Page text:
Those who have spoken up over the past…oh, however long it’s been…about the “dangers of do-follow” are focused on the evils of spam and the increased maintenance side of things. Yes, if you’re going to manually monitor and approve blog comments (as I still do), it adds a bit of time to your daily routine. But I think this perspective is missing the point. Blogs are about self-expression, yes…but they are also about community. For me, if you don’t want community on your blog…TURN OFF THE COMMENT FUNCTION and just use it as a newsletter.
Despite their slowness to adopt new technologies and business models in the internet age, I’ve still found myself mostly on the side of the record companies when it comes to the file-sharing debacle. The grounds for my position have been both legal and moral: Legally, the record companies own the rights to music that is created, produced and publicized as a result of their investment (no one forced artists to sign with record companies, and if you go that route, then they control your music for the most part)…and morally, because it’s wrong to steal. And file sharing is theft…no matter what fancy semantics or logic you attempt to employ to argue otherwise. And besides, I would argue: the record companies are getting better. Just look at iTunes, Amazon, Walmart…for 88 cents to $1.29, you can buy a decent copy of virtually any song…and that’s a lot better than the way things used to be.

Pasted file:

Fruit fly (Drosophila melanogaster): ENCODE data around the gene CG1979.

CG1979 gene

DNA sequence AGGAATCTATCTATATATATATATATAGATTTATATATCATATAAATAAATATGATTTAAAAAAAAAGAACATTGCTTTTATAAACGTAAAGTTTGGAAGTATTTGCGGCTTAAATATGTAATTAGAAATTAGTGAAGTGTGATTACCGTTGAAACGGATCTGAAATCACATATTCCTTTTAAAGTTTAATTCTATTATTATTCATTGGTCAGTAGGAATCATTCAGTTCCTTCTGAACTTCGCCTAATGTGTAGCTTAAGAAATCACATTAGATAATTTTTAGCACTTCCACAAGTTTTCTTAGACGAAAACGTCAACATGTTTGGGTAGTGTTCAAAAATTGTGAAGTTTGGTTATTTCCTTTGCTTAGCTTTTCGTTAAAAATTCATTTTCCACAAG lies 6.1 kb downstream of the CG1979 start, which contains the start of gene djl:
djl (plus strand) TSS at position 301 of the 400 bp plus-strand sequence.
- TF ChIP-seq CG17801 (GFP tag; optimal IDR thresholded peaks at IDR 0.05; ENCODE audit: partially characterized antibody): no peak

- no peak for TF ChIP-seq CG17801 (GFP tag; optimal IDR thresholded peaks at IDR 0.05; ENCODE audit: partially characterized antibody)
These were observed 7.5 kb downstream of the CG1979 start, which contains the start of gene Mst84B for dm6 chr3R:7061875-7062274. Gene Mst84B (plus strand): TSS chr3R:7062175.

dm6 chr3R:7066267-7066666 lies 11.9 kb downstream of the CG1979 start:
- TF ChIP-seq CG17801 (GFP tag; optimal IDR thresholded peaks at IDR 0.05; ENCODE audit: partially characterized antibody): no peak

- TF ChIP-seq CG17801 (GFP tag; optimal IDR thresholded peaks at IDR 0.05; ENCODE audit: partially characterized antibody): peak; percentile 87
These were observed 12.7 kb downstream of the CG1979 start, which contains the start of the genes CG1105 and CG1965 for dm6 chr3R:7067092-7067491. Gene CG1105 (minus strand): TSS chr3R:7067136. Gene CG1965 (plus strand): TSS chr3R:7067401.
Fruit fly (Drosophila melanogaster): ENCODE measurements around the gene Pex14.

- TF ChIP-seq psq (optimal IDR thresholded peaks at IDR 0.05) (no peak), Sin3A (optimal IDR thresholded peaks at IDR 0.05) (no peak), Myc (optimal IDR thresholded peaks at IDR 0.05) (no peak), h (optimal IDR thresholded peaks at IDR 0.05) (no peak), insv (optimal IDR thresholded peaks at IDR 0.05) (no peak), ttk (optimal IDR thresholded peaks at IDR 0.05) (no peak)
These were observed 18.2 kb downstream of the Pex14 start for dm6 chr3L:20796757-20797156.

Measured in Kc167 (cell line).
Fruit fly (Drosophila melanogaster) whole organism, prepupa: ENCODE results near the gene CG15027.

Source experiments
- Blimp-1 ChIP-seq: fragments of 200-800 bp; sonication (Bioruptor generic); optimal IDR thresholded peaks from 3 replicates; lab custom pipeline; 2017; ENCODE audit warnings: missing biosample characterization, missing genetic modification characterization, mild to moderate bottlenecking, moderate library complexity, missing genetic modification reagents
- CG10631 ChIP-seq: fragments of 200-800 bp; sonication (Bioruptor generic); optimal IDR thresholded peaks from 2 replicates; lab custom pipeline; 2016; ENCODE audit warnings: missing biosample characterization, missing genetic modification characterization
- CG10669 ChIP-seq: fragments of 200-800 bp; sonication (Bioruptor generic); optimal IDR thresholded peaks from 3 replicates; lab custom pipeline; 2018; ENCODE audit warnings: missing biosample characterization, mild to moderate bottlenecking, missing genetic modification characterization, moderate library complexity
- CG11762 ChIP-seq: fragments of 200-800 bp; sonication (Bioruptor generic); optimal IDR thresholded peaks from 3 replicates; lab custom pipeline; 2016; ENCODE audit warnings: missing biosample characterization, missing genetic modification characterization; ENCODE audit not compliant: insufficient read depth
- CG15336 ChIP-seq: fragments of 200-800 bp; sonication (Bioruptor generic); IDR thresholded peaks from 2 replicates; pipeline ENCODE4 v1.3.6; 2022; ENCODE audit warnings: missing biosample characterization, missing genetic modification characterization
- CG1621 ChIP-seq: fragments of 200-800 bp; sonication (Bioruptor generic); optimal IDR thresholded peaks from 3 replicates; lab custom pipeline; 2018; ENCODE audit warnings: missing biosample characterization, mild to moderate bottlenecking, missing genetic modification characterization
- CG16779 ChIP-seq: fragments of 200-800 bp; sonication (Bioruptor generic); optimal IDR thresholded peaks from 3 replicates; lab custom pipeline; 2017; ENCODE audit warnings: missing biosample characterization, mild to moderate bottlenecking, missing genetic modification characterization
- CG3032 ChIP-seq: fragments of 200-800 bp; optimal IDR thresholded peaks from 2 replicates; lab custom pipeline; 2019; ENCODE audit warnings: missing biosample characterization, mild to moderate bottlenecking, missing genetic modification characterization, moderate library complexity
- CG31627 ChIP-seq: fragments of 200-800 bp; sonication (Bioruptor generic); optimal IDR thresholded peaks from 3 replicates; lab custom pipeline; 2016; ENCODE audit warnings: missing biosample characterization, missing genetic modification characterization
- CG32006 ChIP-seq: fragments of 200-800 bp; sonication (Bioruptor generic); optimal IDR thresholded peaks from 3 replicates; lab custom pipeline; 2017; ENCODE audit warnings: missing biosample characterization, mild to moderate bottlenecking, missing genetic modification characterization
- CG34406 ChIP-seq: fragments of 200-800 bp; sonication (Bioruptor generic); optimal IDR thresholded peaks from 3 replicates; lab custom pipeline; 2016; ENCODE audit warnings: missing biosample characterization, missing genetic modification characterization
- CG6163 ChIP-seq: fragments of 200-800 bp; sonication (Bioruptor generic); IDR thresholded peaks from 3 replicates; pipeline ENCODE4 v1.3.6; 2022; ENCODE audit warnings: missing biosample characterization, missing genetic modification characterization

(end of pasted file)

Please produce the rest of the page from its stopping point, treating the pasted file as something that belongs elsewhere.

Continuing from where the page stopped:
I guess I’m writing this point for one good reason: I just want to make sure it’s written down somewhere, so that I don’t have to keep repeating myself (because I will, and that gets old for me and for you). It’s easier to just refer folks to a single spot if they want to read more.
For me, this whole “make money online” thing is growing a bit old. I think that’s mostly due to the same reason that most music and TV bore me these days: People are so busy reinventing the wheel that we only rarely see anything new, much less anything new that’s worth seeing. I have a degree of respect for the scrappy, creative thinkers who not only think outside the lines, but invest the energy to study what they’re doing and pass along some of the results (i.e., Shoemoney and John Chow), but even moreso for those who seem to have made it their mission to instill some ethics and conscience in an industry that’s sorely lacking (i.e., Darren Rowse, Rand Fishkin, John Reese).